Four Weeks of Detraining Induced by COVID-19 Reverse Cardiac Improvements from Eight Weeks of Fitness-Dance Training in Older Adults with Mild Cognitive Impairment

Achraf Ammar, Omar Boukhris, Nicole Halfpaap, Berit Kristin Labott, Corinna Langhans, Fabian Herold, Bernhard Grässler, Patrick Müller, Khaled Trabelsi, Hamdi Chtourou, Piotr Zmijewski, Tarak Driss (+3 others)
2021 International Journal of Environmental Research and Public Health  
Physical training is considered as a low-cost intervention to generate cardioprotective benefits and to promote physical and mental health, while reducing the severity of acute respiratory infection symptoms in older adults. However, lockdown measures during COVID-19 have limited people's opportunity to exercise regularly. The aim of this study was to investigate the effect of eight weeks of Fitness and Dance training, followed by four weeks of COVID-19-induced detraining, on cardiac
more » ... cardiac adaptations and physical performance indicators in older adults with mild cognitive impairment (MCI). Twelve older adults (6 males and 6 females) with MCI (age, 73 ± 4.4 y; body mass, 75.3 ± 6.4 kg; height, 172 ± 8 cm; MMSE score: 24–27) participated in eight weeks of a combined Fitness-Dance training intervention (two sessions/week) followed by four weeks of training cessation induced by COVID-19 lockdowns. Wireless Polar Team Pro and Polar heart rate sensors (H10) were used to monitor covered distance, speed, heart rate (HR min, avg and max), time in HR zone 1 to 5, strenuousness (load score), beat-to-beat interval (max RR and avg RR) and heart rate variability (HRV-RMSSD). One-way ANOVA was used to analyze the data of the three test sessions (T1: first training session, T2: last training session of the eight-week training program, and T3: first training session after the four-week training cessation). Statistical analysis showed that eight weeks of combined Fitness-Dance training induced beneficial cardiac adaptations by decreasing HR (HR min, HR avg and HR max) with p < 0.001, ES = 0.5–0.6 and Δ = −7 to−9 bpm, and increasing HRV related responses (max and avg RR and RMSSD), with p < 0.01 and ES = 0.4. Consequently, participants spent more time in comfortable HR zones (e.g., p < 0.0005; ES = 0.7; Δ = 25% for HR zone 1) and showed reduced strenuousness (p = 0.02, Δ = −15% for load score), despite the higher covered total distance and average speed (p < 0.01; ES = 0.4). However, these changes were reversed after only four weeks of COVID-19 induced detraining, with values of all parameters returning to their baseline levels. In conclusion, eight weeks of combined Fitness-Dance training seems to be an efficient strategy to promote cardioprotective benefits in older adults with MCI. Importantly, to maintain these health benefits, training has to be continued and detraining periods should be reduced. During a pandemic, home-based exercise programs may provide an effective and efficient alternative of physical training.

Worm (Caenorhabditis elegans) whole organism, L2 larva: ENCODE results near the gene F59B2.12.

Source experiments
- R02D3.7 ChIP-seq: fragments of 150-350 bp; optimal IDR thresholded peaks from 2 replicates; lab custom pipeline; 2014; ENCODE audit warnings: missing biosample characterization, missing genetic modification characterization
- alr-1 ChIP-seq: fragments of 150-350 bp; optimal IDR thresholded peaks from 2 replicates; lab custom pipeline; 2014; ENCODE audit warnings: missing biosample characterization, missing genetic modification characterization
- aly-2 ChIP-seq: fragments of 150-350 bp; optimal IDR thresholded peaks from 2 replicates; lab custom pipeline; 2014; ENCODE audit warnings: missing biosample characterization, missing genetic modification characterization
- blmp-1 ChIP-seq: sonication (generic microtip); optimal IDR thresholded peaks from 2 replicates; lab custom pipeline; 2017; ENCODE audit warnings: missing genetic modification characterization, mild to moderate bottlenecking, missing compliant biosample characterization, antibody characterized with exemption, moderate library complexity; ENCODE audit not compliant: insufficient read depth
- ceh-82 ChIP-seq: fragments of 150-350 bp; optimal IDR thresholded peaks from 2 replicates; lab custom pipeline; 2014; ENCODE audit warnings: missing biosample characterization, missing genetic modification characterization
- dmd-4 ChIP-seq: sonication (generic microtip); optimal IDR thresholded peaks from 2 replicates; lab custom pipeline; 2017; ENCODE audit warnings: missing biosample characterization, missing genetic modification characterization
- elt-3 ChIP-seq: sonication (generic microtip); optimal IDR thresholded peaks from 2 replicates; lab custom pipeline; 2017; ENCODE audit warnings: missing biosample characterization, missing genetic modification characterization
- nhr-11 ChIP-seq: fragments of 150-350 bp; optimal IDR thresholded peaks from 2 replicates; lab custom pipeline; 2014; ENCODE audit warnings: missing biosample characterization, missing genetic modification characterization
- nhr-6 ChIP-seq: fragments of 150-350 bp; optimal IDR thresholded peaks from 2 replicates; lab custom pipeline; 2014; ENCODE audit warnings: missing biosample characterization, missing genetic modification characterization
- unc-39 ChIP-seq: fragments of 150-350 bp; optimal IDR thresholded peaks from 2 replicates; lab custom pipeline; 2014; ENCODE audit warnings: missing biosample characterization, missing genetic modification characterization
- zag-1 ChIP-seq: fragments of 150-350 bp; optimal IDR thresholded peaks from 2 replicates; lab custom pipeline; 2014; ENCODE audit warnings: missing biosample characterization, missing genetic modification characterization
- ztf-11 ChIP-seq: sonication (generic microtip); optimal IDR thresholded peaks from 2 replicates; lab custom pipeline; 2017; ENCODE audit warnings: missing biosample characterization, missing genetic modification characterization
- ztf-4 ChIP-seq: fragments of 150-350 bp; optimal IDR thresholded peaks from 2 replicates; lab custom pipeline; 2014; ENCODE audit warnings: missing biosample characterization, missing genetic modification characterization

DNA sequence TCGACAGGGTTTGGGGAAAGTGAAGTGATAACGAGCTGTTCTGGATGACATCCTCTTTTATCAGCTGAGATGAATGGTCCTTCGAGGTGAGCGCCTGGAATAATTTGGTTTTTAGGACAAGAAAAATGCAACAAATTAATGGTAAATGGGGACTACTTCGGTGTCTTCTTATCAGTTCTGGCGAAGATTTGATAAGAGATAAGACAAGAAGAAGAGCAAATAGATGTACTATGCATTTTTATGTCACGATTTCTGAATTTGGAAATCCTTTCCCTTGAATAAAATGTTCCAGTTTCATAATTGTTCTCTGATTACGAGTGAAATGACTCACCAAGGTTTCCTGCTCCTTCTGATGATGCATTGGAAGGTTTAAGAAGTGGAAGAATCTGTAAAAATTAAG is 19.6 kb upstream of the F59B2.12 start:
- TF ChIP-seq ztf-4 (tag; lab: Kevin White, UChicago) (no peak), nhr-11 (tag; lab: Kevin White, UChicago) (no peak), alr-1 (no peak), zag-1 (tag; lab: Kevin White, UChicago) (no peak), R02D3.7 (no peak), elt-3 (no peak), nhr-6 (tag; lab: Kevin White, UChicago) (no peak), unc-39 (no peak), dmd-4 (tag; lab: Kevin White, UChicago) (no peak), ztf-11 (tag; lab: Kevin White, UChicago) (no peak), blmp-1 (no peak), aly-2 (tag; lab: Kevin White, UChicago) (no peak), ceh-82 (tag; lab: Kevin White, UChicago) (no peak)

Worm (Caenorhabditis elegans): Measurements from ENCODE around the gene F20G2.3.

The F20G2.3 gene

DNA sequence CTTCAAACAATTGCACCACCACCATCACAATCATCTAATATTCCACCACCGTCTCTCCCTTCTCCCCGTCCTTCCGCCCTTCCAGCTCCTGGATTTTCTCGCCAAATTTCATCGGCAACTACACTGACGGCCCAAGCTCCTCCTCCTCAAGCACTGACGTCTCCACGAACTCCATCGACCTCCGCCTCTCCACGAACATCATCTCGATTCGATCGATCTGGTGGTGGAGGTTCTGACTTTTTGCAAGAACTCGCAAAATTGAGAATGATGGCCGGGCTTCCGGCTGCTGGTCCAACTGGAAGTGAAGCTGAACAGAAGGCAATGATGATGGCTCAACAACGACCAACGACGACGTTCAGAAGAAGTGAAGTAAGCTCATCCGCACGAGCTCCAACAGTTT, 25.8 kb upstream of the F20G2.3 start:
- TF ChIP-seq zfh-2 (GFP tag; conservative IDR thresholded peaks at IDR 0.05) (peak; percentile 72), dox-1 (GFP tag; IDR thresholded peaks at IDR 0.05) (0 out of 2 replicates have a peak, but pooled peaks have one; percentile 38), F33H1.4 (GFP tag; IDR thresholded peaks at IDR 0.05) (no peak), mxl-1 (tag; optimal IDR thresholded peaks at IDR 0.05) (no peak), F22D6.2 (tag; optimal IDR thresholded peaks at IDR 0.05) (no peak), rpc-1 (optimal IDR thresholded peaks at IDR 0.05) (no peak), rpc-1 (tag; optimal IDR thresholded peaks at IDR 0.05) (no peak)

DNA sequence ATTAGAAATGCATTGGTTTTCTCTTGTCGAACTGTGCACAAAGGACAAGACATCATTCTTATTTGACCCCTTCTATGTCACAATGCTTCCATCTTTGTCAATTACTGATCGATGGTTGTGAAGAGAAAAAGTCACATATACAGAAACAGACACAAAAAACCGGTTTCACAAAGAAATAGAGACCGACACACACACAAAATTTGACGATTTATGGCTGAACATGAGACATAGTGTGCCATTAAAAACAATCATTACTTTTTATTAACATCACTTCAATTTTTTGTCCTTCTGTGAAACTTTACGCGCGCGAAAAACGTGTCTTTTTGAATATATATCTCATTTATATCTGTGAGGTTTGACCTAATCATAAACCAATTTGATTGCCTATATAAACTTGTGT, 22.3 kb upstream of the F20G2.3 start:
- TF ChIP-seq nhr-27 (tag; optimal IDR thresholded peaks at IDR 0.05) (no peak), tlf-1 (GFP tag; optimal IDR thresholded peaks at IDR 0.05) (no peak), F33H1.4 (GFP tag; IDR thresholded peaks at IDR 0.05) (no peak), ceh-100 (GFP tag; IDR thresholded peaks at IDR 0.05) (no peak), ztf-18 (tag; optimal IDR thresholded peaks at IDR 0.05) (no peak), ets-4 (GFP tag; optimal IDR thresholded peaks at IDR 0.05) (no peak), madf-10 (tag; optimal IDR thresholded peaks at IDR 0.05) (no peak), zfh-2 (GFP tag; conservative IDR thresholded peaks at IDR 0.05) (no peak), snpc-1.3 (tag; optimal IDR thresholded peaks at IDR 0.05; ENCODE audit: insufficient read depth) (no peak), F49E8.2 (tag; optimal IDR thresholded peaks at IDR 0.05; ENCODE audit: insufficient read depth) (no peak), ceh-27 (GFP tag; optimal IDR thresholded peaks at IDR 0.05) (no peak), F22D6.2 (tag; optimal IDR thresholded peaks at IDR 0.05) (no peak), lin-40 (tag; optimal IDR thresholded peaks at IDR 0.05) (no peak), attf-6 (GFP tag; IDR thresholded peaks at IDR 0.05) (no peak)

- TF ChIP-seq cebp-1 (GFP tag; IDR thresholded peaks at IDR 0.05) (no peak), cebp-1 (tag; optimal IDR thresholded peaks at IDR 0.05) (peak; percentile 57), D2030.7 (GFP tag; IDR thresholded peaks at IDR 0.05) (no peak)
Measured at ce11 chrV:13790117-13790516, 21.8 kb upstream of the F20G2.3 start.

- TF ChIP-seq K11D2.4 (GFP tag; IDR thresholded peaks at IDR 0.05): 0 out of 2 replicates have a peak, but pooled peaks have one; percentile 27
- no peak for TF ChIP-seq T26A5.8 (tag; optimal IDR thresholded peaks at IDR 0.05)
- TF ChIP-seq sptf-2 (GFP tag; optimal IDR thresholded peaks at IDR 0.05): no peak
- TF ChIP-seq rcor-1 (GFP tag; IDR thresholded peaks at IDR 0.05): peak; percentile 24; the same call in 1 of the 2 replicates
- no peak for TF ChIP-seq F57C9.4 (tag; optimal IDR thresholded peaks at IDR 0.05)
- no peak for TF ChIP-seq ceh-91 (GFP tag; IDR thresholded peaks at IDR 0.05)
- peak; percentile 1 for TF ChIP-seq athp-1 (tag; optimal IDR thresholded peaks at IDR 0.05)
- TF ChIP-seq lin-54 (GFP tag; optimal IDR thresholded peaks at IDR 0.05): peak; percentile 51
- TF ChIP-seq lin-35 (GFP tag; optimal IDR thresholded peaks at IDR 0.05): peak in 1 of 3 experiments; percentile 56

doi:10.3390/ijerph18115930 pmid:34073051 fatcat:os6vfjcchbbedggjnkoqr2sg3y